Overall a good book but a frenetic one.  I’d say you definitely have to be in the mood for a wild ride to truly enjoy this story.

Rating: 3.5/3.75 out of 5

three-half-stars

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Guest Review: Campbell’s Redemption by Sharon Cullen

Posted January 23, 2017 by Tracy in Reviews | 0 Comments

Guest Review: Campbell’s Redemption by Sharon CullenReviewer: Tracy
Campbell's Redemption by Sharon Cullen
Series: Highland Pride series #3
Also in this series: Sutherland's Secret, MacLean's Passion
Published by Loveswept
Publication Date: November 22nd 2016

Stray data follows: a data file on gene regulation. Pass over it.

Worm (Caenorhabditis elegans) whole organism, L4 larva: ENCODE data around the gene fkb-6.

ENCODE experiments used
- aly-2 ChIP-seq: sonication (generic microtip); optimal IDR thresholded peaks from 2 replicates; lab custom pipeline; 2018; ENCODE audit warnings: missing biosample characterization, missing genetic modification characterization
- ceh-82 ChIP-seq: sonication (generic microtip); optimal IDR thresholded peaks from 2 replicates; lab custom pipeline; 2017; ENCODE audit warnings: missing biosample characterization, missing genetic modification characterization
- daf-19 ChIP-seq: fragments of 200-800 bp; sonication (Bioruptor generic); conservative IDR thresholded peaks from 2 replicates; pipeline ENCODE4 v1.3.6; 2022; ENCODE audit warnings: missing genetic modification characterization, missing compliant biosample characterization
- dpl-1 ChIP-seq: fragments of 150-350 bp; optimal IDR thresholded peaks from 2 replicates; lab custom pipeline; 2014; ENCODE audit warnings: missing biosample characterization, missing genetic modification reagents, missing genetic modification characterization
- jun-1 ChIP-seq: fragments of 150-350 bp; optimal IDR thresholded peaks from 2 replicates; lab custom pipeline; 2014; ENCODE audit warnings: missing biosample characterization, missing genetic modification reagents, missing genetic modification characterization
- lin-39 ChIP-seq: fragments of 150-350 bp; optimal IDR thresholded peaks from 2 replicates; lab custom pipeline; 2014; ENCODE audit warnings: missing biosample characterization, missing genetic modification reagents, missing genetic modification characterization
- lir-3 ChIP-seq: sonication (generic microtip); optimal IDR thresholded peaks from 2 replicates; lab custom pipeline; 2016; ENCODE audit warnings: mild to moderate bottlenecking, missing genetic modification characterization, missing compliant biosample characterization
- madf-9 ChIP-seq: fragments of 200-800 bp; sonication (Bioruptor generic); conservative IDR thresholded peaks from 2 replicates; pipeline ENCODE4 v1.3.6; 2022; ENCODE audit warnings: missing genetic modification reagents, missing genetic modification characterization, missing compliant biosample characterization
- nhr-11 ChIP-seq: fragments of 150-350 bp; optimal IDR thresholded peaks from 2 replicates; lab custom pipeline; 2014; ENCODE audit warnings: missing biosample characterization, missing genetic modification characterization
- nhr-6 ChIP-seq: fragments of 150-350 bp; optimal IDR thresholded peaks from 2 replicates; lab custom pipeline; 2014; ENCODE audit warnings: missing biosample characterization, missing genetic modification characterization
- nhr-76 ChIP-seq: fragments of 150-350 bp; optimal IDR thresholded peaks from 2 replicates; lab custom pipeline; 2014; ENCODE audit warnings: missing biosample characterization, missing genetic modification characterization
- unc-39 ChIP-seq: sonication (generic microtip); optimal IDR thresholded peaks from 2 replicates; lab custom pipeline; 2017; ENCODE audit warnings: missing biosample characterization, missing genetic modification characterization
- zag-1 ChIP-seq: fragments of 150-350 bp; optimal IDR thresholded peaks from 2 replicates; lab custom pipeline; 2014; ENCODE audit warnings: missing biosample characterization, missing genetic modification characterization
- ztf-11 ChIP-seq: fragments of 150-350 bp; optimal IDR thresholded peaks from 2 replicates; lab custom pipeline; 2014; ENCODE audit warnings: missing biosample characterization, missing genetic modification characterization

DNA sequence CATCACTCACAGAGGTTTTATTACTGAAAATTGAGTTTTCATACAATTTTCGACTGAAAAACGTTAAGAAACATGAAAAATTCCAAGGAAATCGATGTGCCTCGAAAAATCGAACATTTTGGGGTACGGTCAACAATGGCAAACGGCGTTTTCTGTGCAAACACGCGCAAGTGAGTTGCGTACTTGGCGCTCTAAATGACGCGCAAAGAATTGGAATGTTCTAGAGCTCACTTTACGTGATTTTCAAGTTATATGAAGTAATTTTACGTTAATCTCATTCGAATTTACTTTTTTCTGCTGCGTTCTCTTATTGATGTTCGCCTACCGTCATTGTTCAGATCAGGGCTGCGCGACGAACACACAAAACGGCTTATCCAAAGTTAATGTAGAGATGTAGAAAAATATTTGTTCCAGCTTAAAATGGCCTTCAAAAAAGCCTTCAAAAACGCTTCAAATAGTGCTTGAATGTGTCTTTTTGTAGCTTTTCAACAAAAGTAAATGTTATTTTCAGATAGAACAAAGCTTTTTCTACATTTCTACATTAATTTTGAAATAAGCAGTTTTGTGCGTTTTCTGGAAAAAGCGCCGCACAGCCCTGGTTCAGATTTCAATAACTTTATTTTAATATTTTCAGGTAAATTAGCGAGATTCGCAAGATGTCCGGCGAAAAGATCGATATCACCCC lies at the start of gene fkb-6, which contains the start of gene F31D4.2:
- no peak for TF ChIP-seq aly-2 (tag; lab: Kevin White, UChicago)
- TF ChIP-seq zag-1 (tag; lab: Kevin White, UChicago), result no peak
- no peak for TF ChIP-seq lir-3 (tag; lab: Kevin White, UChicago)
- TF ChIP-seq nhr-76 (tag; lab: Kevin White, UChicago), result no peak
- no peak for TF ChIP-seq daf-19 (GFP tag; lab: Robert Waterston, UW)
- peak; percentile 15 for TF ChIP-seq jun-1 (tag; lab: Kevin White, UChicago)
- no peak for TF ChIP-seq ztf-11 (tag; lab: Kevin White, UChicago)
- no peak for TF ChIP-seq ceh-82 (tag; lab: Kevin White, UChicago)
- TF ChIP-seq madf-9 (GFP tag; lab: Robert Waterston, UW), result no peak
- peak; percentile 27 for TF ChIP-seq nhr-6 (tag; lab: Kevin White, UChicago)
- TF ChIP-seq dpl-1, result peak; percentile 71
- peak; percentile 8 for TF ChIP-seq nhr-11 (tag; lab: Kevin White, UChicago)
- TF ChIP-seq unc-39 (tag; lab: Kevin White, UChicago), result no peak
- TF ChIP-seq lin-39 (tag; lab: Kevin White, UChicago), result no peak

Genres: Historical, Romance, Scottish
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four-stars

Like his ancestors, Iain Campbell, the Marquess of Kerr, swears loyalty to whichever government happens to be in power. Privately, however, he despises the British for the slaughter following the Battle of Culloden and finds himself playing a dangerous game of deception. When he defends a fellow Scot under cloak of darkness, Iain is wounded and must put his life in the hands of a mysterious healer. The prickly, bewitching woman saves him with her touch, though she denies Iain the pleasure of a smile from her sensuous lips—which only makes him want her all the more.